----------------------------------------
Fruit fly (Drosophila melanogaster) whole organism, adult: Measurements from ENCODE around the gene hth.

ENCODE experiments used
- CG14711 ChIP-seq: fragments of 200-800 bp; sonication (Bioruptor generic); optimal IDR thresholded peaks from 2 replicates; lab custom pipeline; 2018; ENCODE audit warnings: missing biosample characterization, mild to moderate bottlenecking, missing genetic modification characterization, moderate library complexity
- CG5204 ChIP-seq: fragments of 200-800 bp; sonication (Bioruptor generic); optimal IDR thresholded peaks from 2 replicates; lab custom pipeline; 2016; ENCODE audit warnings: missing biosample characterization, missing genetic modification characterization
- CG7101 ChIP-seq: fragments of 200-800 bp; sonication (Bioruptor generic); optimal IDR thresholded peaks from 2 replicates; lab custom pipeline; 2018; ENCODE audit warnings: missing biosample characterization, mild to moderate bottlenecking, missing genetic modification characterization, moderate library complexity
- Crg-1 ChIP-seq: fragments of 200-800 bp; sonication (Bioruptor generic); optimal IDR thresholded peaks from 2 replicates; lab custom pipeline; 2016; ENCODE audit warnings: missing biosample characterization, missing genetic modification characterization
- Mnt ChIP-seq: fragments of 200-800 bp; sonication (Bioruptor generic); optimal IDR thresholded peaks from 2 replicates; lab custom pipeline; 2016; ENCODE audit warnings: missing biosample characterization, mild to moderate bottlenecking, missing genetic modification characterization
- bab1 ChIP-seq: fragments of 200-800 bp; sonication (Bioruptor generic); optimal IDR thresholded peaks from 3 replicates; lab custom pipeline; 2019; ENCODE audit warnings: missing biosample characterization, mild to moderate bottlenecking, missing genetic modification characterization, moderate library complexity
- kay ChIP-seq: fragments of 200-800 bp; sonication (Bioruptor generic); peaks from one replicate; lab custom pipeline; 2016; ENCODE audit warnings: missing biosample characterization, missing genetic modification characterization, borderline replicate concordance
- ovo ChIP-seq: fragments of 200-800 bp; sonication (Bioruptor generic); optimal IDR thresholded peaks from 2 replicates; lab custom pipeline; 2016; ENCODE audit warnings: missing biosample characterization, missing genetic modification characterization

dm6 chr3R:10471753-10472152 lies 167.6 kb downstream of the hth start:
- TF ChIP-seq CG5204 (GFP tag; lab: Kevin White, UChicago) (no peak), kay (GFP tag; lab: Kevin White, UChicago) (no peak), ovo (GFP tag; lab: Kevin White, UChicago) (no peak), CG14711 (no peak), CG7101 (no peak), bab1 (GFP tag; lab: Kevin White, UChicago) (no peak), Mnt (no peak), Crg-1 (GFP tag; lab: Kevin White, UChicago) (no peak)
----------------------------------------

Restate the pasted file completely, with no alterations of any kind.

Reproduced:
Fruit fly (Drosophila melanogaster) whole organism, adult: Measurements from ENCODE around the gene hth.

ENCODE experiments used
- CG14711 ChIP-seq: fragments of 200-800 bp; sonication (Bioruptor generic); optimal IDR thresholded peaks from 2 replicates; lab custom pipeline; 2018; ENCODE audit warnings: missing biosample characterization, mild to moderate bottlenecking, missing genetic modification characterization, moderate library complexity
- CG5204 ChIP-seq: fragments of 200-800 bp; sonication (Bioruptor generic); optimal IDR thresholded peaks from 2 replicates; lab custom pipeline; 2016; ENCODE audit warnings: missing biosample characterization, missing genetic modification characterization
- CG7101 ChIP-seq: fragments of 200-800 bp; sonication (Bioruptor generic); optimal IDR thresholded peaks from 2 replicates; lab custom pipeline; 2018; ENCODE audit warnings: missing biosample characterization, mild to moderate bottlenecking, missing genetic modification characterization, moderate library complexity
- Crg-1 ChIP-seq: fragments of 200-800 bp; sonication (Bioruptor generic); optimal IDR thresholded peaks from 2 replicates; lab custom pipeline; 2016; ENCODE audit warnings: missing biosample characterization, missing genetic modification characterization
- Mnt ChIP-seq: fragments of 200-800 bp; sonication (Bioruptor generic); optimal IDR thresholded peaks from 2 replicates; lab custom pipeline; 2016; ENCODE audit warnings: missing biosample characterization, mild to moderate bottlenecking, missing genetic modification characterization
- bab1 ChIP-seq: fragments of 200-800 bp; sonication (Bioruptor generic); optimal IDR thresholded peaks from 3 replicates; lab custom pipeline; 2019; ENCODE audit warnings: missing biosample characterization, mild to moderate bottlenecking, missing genetic modification characterization, moderate library complexity
- kay ChIP-seq: fragments of 200-800 bp; sonication (Bioruptor generic); peaks from one replicate; lab custom pipeline; 2016; ENCODE audit warnings: missing biosample characterization, missing genetic modification characterization, borderline replicate concordance
- ovo ChIP-seq: fragments of 200-800 bp; sonication (Bioruptor generic); optimal IDR thresholded peaks from 2 replicates; lab custom pipeline; 2016; ENCODE audit warnings: missing biosample characterization, missing genetic modification characterization

dm6 chr3R:10471753-10472152 lies 167.6 kb downstream of the hth start:
- TF ChIP-seq CG5204 (GFP tag; lab: Kevin White, UChicago) (no peak), kay (GFP tag; lab: Kevin White, UChicago) (no peak), ovo (GFP tag; lab: Kevin White, UChicago) (no peak), CG14711 (no peak), CG7101 (no peak), bab1 (GFP tag; lab: Kevin White, UChicago) (no peak), Mnt (no peak), Crg-1 (GFP tag; lab: Kevin White, UChicago) (no peak)